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Chemically programmable microrobots weaving a web from hormones


The occurrence of synthetic and natural hormones in an aqueous environment poses significant risks to humans because of their endocrine-disrupting activity. Autonomous self-propelled and remotely actuated nano/microrobots have emerged as a new field that encompasses a wide range of potential applications, including sensing, detection and elimination/degradation of emerging pollutants. In this work, we develop programmable polypyrrole-based (PPy, outer functional layer) microrobots incorporated with a Pt catalytic layer and paramagnetic iron nanoparticles (Fe3O4) to provide self-propulsion and a magnetic response for the highly efficient removal of oestrogenic pollutants. As the pH of the tested water alters, the surface charge of PPy/Fe3O4/Pt microrobots gradually changes, leading to affinity modulation. As microrobots move inside the solution, they collect oestrogen fibres and subsequently weave macroscopic webs on the surface. Our results suggest that motion-controllable microrobots with adjustable surface chemistry could provide a suitable platform for the highly efficient removal of hormonal pollutants.

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Fig. 1: Schematic of microrobots function.
Fig. 2: Magnetic field effect on PPy/Fe3O4/Pt microrobots.
Fig. 3: Programmable strategy for the PPy/Fe3O4/Pt microrobots.
Fig. 4: Removal/photodegradation of α-oestradiol using PPy/Fe3O4/Pt microrobots.
Fig. 5: XPS study of microrobots before and after oestrogen removal experiments.

Data availability

Data for the figures presented in this paper are provided in the Supplementary Information and in the FigShare repository ( Source data are provided with this paper.


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M.P. was supported by the Ministry of Education, Youth and Sports (Czech Republic) grant no. LL2002 under the ERC CZ programme. B.K. was supported by the Czech Science Foundation (GACR no. 20-20201S).

Author information

Authors and Affiliations



L.D. and M.P. conceived the idea. L.D. performed the synthesis and characterization of the microrobots. B.K. measured the UV–vis characteristics for α-oestrogen compound decontamination by the microrobots. F.N. performed numerical simulations. J.P. performed XPS characterization of the microrobots. Z.R. performed characterization of the liquid samples by analytical methods. M.P. and B.K. supervised the research. All authors contributed to writing the manuscript.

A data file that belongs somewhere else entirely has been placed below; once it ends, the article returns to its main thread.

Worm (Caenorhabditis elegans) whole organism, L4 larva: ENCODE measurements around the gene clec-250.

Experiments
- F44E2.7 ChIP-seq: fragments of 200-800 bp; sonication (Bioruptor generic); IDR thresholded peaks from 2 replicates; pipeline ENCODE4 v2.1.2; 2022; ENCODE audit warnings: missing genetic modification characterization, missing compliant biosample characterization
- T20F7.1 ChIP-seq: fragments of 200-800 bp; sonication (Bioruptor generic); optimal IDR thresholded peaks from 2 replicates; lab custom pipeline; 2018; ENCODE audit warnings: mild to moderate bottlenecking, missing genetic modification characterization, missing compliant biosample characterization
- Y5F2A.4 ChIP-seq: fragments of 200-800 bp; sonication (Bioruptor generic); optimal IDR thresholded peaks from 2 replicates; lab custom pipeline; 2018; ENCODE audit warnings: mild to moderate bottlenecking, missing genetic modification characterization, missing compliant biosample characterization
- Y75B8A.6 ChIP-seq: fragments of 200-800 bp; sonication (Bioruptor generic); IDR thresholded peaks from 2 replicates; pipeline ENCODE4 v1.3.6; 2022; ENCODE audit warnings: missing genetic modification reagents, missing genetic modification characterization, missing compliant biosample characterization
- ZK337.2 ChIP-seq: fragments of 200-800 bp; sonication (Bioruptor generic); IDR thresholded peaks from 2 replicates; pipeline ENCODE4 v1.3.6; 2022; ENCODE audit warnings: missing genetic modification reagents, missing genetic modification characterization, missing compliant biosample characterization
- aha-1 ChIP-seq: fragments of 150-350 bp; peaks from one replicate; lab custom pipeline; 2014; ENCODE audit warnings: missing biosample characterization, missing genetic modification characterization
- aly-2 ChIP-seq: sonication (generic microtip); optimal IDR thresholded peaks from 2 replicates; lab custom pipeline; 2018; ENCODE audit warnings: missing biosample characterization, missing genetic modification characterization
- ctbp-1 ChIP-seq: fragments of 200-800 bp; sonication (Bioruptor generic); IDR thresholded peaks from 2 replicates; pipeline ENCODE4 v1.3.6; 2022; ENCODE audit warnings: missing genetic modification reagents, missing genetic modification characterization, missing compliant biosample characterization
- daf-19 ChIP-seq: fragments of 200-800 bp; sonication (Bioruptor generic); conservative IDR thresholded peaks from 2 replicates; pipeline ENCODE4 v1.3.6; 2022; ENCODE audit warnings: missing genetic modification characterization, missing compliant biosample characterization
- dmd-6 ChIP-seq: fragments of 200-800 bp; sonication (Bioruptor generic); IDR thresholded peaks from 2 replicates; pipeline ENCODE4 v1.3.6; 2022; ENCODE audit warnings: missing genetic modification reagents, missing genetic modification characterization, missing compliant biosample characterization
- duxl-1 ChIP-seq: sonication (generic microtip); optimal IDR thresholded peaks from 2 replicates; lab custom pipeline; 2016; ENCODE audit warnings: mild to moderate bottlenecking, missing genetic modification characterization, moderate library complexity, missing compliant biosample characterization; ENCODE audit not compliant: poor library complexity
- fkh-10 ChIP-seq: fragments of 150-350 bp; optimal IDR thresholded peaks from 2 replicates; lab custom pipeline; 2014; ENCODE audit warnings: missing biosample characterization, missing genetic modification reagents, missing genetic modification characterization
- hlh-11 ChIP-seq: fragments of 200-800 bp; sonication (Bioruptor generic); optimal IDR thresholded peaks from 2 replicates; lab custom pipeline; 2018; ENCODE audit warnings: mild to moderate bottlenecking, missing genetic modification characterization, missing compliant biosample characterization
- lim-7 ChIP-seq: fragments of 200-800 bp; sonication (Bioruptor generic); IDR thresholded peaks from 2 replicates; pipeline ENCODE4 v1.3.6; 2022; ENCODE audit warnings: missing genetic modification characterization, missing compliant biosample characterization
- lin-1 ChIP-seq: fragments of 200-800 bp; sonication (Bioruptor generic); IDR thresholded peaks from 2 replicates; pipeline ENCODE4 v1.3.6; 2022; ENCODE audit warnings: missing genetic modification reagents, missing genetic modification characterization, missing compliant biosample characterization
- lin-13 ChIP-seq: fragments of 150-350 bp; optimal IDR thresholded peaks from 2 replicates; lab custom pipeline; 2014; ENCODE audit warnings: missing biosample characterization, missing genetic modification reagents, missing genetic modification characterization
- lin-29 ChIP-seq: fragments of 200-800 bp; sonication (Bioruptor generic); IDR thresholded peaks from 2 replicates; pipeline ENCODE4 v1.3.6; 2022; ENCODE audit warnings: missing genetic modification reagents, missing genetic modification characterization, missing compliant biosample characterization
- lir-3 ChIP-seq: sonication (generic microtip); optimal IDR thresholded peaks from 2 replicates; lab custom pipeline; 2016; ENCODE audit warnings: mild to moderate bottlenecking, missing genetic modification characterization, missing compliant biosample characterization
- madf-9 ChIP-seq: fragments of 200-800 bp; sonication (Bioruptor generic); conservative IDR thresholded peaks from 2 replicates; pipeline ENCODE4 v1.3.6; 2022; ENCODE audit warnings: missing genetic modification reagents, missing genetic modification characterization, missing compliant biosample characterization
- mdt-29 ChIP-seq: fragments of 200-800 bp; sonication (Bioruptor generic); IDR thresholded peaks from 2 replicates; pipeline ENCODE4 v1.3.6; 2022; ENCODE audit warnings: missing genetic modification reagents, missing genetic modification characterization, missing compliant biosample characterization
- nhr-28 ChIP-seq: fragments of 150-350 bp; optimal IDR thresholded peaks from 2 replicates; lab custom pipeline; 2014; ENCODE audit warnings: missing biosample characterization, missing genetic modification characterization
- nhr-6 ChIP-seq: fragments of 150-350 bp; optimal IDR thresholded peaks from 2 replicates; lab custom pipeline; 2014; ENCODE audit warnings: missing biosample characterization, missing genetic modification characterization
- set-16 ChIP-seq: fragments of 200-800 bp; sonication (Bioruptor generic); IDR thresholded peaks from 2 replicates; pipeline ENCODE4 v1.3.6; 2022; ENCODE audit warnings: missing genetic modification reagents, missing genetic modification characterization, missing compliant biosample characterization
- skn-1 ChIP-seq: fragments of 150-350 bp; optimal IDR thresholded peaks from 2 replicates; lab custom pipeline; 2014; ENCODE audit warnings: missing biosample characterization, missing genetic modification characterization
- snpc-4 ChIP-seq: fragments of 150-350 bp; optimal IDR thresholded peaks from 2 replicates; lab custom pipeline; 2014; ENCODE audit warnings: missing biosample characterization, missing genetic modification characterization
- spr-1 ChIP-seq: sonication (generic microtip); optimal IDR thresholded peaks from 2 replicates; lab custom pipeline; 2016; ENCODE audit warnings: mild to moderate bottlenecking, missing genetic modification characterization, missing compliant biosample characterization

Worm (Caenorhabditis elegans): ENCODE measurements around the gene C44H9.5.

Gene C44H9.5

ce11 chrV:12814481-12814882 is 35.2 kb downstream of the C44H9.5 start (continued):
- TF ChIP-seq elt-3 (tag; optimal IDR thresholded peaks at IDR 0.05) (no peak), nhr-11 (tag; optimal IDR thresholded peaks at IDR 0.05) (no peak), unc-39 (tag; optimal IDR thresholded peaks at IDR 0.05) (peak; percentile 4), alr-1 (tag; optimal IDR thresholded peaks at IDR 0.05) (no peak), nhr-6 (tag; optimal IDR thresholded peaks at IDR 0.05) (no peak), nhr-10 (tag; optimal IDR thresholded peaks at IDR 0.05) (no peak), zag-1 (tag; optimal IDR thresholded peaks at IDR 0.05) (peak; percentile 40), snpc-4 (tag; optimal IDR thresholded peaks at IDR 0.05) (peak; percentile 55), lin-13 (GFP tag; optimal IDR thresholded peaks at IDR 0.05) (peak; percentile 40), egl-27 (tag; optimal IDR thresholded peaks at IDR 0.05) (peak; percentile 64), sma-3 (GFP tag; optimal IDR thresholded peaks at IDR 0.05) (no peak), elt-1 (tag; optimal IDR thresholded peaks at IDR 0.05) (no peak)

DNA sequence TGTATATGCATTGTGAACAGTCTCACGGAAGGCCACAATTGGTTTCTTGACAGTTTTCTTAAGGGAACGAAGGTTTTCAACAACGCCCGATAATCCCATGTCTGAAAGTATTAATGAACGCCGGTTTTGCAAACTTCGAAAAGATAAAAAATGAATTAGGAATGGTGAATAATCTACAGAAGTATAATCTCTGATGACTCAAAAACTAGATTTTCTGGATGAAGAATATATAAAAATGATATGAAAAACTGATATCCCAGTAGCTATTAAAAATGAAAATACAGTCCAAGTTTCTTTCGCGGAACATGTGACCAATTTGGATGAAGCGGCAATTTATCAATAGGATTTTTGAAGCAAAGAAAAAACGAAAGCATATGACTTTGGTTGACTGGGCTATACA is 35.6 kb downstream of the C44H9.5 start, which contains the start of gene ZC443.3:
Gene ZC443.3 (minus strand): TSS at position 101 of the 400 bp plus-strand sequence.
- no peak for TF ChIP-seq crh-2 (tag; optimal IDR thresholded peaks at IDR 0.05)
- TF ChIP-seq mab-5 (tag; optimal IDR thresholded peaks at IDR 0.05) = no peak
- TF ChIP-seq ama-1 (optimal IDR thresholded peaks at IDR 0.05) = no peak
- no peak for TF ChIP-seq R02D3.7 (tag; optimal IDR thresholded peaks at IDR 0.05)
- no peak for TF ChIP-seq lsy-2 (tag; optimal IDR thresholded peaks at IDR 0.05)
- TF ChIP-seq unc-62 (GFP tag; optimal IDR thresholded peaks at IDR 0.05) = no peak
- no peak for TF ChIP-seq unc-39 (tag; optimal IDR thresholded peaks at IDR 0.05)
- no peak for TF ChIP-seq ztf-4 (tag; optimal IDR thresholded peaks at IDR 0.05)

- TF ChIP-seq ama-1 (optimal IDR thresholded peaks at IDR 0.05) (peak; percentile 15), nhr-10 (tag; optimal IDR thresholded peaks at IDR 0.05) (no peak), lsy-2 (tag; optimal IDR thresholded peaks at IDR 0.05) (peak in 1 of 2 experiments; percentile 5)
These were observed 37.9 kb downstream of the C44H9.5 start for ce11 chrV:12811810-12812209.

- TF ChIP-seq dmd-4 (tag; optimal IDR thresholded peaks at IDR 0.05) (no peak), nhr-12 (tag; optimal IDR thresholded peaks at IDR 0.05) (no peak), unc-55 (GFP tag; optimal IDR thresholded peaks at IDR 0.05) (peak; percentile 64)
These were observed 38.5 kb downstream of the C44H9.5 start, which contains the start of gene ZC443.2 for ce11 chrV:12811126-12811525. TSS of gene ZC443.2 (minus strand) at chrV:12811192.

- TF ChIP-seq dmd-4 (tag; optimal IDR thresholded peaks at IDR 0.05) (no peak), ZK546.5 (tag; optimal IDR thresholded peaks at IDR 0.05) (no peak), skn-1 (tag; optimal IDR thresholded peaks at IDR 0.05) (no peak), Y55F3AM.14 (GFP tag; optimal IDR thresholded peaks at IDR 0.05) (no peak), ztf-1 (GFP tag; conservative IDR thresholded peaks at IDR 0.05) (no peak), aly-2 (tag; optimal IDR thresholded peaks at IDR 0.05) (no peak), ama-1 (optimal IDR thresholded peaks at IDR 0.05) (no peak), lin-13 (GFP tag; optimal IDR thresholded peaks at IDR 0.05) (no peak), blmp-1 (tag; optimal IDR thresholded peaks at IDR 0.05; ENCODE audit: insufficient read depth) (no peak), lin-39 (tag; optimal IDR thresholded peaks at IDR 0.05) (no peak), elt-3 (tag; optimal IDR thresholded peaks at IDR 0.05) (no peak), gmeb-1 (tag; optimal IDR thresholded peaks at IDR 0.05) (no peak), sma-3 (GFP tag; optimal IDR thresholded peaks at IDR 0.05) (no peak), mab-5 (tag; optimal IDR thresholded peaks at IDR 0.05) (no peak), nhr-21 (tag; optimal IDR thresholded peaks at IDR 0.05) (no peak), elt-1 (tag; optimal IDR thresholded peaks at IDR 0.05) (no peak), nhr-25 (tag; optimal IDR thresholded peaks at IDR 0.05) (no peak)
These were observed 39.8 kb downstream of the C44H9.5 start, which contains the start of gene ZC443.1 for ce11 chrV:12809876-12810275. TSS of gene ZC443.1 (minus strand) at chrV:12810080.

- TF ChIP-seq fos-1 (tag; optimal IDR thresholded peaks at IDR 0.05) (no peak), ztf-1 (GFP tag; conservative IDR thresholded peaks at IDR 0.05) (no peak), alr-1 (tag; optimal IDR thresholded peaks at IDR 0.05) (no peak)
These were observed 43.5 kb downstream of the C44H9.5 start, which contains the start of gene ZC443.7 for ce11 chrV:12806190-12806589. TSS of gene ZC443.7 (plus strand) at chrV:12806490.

Corresponding authors

Correspondence to Bahareh Khezri or Martin Pumera.

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The authors declare no competing interests.

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Extended data

Extended Data Fig. 1 SEM images and EDS mapping of microrobots.

a, EDS after electropolymerization of PPy (PPy base tube); b, EDS after Pt electrodeposition (PPy/Pt tube) and also; c, Final PPy/Fe3O4/Pt microrobots; d, SEM and corresponding EDS mapping for Fe and Pt with EDS spectra of the observed area; e, STEM image of catalytic Pt layer inside the tube.

Extended Data Fig. 2 SEM images of tubular surface morphologies.

a, Pristine PPy tube (without Pt electrodeposition and also Fe3O4 NPs incorporation); b, PPy/Pt tube, and c, PPy/Fe3O4/Pt microrobots.

Extended Data Fig. 3 PPy/Fe3O4/Pt microrobots’ motion characterization.

a, Their speed in relation to H2O2 concentration and b, Corresponding microscopic images of the microrobots’ motion in different H2O2 concentration.

Source data

Extended Data Fig. 4 Selectivity study of removal efficiency of PPy-based microrobots.

a, Section i-ii represents removal efficiency for Pyrranine dye with microrobots (ii) and without (i); section iii-iv represents experiments carried out with Rhodamine B with microrobots (iv) and without (iii); section v-vi represents removal efficiency for Methylene Blue with microrobots (v) and without (vi); section vii-viii serves for comparison of removal efficiency for 17α-ethynylestradiol with microrobots (viii) and without (vii); b, absorption spectra of organic dyes and c, their chemical structures.

Source data

Extended Data Fig. 5 Numerical simulation of the pressure and fluid velocity.

a, Numerical simulation of a 12.4 × 4.4 µm microrobot speeding at 140 µm s−1 through water.; b, Similar simulated situation but with the addition of mass to the microrobot body (Colormap represents pressure field; red arrows represent fluid flow with the microrobot as a frame of reference).

Source data

Supplementary information

Supplementary Information

Supplementary Figs. 1–6, Table1 and notes 1–5.

Supplementary Video 1

The synergic effect of bubble and magnetic propulsion in navigating of microrobots.

Supplementary Video 2

The directional microrobot reorientation in the presence of a rotating magnetic field.

Supplementary Video 3

The transformation of the fibrous texture to one compact piece which can be easily removed by a static external magnetic field.

Source data

Source Data Fig. 3

Data for presented ζ-potential measurements.

Source Data Fig. 4

Removal efficiency for hormones.

Source Data Fig. 5

XPS source data.

Source Data Extended Data Fig. 3

Statistic source data from speed tracking of microrobots propelled by hydrogen peroxide.

Source Data Extended Data Fig. 4

Selectivity data source.

Source Data Extended Data Fig. 5

Source data for numerical simulation.

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Dekanovsky, L., Khezri, B., Rottnerova, Z. et al. Chemically programmable microrobots weaving a web from hormones. Nat Mach Intell 2, 711–718 (2020).

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